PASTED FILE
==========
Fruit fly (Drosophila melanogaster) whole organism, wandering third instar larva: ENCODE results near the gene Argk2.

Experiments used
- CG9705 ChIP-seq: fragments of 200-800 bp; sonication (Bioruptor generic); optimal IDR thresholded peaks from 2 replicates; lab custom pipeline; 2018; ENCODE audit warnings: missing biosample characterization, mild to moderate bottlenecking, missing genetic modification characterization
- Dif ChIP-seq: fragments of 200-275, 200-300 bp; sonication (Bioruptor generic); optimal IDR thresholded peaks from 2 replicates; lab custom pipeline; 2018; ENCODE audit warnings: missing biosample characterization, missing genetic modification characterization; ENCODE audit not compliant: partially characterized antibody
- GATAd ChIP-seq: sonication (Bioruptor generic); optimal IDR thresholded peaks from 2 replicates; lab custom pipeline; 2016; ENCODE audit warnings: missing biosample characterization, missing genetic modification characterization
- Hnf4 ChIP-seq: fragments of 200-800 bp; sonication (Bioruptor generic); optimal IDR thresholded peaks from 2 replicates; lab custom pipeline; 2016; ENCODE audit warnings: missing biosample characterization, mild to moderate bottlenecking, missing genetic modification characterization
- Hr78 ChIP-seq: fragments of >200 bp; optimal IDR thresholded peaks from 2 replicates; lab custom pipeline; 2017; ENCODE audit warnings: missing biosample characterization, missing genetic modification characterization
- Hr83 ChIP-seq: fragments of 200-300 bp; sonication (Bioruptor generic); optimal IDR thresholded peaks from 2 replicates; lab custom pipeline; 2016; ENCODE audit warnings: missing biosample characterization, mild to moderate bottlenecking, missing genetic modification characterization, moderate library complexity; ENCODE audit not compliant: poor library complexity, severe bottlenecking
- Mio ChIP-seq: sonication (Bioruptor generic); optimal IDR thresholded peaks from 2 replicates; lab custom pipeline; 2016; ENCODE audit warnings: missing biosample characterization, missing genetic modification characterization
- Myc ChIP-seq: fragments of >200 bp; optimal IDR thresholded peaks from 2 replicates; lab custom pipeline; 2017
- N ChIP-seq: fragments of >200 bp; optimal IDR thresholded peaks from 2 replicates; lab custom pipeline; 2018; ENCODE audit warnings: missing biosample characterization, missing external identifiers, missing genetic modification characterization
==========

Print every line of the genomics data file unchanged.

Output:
Fruit fly (Drosophila melanogaster) whole organism, wandering third instar larva: ENCODE results near the gene Argk2.

Experiments used
- CG9705 ChIP-seq: fragments of 200-800 bp; sonication (Bioruptor generic); optimal IDR thresholded peaks from 2 replicates; lab custom pipeline; 2018; ENCODE audit warnings: missing biosample characterization, mild to moderate bottlenecking, missing genetic modification characterization
- Dif ChIP-seq: fragments of 200-275, 200-300 bp; sonication (Bioruptor generic); optimal IDR thresholded peaks from 2 replicates; lab custom pipeline; 2018; ENCODE audit warnings: missing biosample characterization, missing genetic modification characterization; ENCODE audit not compliant: partially characterized antibody
- GATAd ChIP-seq: sonication (Bioruptor generic); optimal IDR thresholded peaks from 2 replicates; lab custom pipeline; 2016; ENCODE audit warnings: missing biosample characterization, missing genetic modification characterization
- Hnf4 ChIP-seq: fragments of 200-800 bp; sonication (Bioruptor generic); optimal IDR thresholded peaks from 2 replicates; lab custom pipeline; 2016; ENCODE audit warnings: missing biosample characterization, mild to moderate bottlenecking, missing genetic modification characterization
- Hr78 ChIP-seq: fragments of >200 bp; optimal IDR thresholded peaks from 2 replicates; lab custom pipeline; 2017; ENCODE audit warnings: missing biosample characterization, missing genetic modification characterization
- Hr83 ChIP-seq: fragments of 200-300 bp; sonication (Bioruptor generic); optimal IDR thresholded peaks from 2 replicates; lab custom pipeline; 2016; ENCODE audit warnings: missing biosample characterization, mild to moderate bottlenecking, missing genetic modification characterization, moderate library complexity; ENCODE audit not compliant: poor library complexity, severe bottlenecking
- Mio ChIP-seq: sonication (Bioruptor generic); optimal IDR thresholded peaks from 2 replicates; lab custom pipeline; 2016; ENCODE audit warnings: missing biosample characterization, missing genetic modification characterization
- Myc ChIP-seq: fragments of >200 bp; optimal IDR thresholded peaks from 2 replicates; lab custom pipeline; 2017
- N ChIP-seq: fragments of >200 bp; optimal IDR thresholded peaks from 2 replicates; lab custom pipeline; 2018; ENCODE audit warnings: missing biosample characterization, missing external identifiers, missing genetic modification characterization